Upon NO. exposure, Ung and Fpg create BER intermediates (see above). While Fpg can create cleaved AP sites, Ung can create only uncleaved AP sites (although these AP sites are likely to be rapidly converted into single-strand breaks by AP endonucleases). Both AP sites and single-strand breaks can induce recombination, because they block DNA replication and/or can be converted into DSBs when encountered by a replication fork (17, 27). Furthermore, DNA glycosylases can create DSBs by removing damaged bases that are in close proximity on opposite strands of the DNA (3, 35). To survive DSBs, E. coli employs RecBCD, which initiates DSB recombinational repair. Previous studies show that recBCD mutant cells are sensitive to NO. toxicity (Fig. (Fig.2)2) (34). If Ung and Fpg are responsible for creating recombinogenic lesions, inactivating these DNA glycosylases should rescue recBCD mutant cells from NO. toxicity. Inactivation of either Ung or Fpg has little effect on the recBCD mutant cells and, if anything, provides slight protection. However, inactivation of both Ung and Fpg provided protection of recBCD E. coli from NO. toxicity (Fig. (Fig.2).2). These results suggest that, when cells are challenged with NO., Ung and Fpg create BER intermediates that are potentially toxic if they are not repaired via homologous recombination.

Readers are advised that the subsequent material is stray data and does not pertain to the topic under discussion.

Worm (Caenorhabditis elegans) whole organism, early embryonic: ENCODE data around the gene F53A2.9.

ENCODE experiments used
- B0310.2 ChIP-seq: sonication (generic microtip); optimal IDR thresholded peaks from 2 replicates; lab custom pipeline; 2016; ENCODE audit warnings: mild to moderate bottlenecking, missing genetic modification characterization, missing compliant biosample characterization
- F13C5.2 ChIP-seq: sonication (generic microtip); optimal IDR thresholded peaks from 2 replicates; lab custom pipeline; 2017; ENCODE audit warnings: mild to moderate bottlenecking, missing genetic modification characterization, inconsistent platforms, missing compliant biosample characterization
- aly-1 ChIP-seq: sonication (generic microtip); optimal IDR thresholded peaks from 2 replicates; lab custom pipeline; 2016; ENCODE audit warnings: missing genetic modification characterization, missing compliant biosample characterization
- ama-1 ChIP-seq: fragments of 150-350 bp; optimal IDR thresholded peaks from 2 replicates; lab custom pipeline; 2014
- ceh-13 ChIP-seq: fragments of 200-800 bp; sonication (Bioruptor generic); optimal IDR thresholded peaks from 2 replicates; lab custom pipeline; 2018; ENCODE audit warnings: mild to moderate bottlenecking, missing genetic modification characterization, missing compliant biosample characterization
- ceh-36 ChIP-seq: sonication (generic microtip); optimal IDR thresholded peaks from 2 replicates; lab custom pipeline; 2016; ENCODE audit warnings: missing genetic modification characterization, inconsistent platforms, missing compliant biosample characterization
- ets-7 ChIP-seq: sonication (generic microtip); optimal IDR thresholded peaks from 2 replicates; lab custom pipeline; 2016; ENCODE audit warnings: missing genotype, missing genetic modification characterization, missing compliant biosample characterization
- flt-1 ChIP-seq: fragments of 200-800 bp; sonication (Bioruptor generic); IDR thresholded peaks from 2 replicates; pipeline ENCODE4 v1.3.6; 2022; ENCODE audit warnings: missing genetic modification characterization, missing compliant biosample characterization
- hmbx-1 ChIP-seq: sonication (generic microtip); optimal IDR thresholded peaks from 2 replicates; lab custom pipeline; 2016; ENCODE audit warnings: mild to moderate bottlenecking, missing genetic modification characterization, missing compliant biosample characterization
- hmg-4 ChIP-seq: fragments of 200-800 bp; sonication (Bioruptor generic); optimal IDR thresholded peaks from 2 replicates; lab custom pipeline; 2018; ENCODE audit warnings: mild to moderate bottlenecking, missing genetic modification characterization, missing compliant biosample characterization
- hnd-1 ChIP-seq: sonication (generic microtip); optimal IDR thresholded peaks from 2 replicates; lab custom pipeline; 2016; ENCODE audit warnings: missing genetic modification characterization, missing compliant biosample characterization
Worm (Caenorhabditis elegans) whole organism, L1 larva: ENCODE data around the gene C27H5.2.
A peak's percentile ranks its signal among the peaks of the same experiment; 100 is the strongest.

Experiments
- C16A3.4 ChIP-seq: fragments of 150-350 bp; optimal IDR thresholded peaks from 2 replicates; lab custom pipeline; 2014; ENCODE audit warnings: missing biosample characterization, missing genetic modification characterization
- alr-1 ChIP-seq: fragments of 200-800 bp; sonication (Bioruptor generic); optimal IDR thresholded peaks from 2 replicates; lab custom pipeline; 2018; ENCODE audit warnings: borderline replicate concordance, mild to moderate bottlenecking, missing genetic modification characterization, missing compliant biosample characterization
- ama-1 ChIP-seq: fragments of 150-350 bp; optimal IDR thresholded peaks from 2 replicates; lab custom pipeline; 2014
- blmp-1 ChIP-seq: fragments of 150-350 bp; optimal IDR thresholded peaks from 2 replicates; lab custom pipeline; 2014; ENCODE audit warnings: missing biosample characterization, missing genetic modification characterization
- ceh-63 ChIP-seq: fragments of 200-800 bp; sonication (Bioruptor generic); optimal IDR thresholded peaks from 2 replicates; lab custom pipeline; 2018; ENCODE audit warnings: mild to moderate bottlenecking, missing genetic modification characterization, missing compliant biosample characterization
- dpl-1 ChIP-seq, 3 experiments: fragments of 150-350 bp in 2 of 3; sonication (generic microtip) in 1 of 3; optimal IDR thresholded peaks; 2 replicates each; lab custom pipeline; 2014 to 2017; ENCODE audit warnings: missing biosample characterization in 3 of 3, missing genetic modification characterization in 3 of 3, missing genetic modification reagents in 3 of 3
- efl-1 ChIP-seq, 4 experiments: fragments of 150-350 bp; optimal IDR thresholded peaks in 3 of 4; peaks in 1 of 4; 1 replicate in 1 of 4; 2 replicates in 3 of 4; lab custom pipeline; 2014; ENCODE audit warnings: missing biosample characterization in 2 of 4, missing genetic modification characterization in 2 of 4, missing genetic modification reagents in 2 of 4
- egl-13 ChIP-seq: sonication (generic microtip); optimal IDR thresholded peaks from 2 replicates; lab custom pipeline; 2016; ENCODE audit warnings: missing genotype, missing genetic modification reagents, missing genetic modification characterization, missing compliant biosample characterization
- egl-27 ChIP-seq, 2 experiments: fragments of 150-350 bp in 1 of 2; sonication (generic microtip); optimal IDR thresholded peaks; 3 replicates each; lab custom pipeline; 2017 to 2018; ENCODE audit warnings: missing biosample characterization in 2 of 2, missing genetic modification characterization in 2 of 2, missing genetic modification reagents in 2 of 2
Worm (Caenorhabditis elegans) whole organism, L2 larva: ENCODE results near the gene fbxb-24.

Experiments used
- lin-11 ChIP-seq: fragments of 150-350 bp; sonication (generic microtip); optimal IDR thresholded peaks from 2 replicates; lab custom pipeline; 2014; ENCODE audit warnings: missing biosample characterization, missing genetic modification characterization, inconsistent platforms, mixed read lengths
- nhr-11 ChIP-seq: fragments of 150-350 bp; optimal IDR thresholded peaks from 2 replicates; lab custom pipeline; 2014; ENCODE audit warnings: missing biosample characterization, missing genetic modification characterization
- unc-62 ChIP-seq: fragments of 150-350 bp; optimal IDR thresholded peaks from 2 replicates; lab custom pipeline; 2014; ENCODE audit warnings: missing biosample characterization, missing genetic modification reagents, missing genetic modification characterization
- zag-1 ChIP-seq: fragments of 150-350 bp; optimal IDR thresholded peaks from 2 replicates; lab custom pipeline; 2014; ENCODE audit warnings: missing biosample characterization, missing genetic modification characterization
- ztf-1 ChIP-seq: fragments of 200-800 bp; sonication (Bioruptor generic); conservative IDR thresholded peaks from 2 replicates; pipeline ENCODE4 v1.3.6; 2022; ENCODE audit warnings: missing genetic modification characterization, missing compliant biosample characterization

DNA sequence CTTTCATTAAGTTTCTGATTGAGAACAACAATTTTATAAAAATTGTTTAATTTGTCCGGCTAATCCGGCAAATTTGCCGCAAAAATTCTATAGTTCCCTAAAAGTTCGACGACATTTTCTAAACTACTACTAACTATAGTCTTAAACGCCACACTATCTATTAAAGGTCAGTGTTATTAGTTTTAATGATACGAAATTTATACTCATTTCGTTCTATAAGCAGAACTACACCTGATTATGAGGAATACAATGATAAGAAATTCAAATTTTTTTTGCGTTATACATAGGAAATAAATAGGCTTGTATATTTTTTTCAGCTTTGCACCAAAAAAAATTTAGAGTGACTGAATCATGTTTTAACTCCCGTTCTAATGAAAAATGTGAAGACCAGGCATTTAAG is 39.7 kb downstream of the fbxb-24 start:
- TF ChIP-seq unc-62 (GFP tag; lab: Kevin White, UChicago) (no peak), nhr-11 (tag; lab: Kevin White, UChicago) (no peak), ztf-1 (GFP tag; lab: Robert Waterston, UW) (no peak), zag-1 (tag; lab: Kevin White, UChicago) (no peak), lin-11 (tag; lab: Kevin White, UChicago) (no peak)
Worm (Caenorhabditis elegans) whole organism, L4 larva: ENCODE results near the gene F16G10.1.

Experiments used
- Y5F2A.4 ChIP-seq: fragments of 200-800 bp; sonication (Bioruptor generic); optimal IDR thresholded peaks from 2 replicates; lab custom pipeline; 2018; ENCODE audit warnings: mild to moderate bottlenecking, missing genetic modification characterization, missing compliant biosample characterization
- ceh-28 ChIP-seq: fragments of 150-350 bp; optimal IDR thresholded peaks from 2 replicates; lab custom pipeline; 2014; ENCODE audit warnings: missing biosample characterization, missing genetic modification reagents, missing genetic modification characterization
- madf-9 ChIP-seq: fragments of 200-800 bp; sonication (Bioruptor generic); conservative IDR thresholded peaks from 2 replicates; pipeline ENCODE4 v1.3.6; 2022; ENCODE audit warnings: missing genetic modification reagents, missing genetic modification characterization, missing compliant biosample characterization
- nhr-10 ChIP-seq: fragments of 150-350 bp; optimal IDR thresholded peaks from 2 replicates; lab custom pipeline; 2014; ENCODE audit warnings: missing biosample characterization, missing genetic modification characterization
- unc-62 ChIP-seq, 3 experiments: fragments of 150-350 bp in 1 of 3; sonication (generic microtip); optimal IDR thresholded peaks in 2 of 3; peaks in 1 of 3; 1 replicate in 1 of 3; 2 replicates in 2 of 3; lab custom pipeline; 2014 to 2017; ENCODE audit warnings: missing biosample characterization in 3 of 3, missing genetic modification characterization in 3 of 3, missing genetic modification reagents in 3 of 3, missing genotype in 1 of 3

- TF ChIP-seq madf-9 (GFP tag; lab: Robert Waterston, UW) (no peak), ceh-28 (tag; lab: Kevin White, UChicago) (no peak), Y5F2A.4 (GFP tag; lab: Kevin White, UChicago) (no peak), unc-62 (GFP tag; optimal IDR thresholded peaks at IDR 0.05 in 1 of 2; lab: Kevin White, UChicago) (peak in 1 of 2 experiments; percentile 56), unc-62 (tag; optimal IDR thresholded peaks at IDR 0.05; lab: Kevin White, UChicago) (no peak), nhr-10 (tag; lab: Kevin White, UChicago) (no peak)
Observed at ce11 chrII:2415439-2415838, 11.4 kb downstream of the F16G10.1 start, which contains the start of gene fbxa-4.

The gene product of umuDC is involved in translesion synthesis of a variety of DNA lesions, including AP sites (39), and cells deficient in umuDC are sensitive to the toxic effects of high levels of uncleaved AP sites (27). If uncleaved AP sites lead to replication fork collapse, which would induce recombinational repair, then inactivation of umuDC in a recBCD mutant is expected to lead to additional sensitization of the recBCD mutant. However, inactivation of umuDC did not render recBCD mutants more sensitive to NO. (Fig. (Fig.3).3). (Inactivation of umuDC in WT E. coli did not sensitize the cells to NO. [data not shown].) Uncleaved AP sites are therefore unlikely to play a major role in initiating recombination. We therefore conclude that cleaved abasic sites, rather than uncleaved abasic sites, lead to DSBs that are toxic to recBCD mutant cells.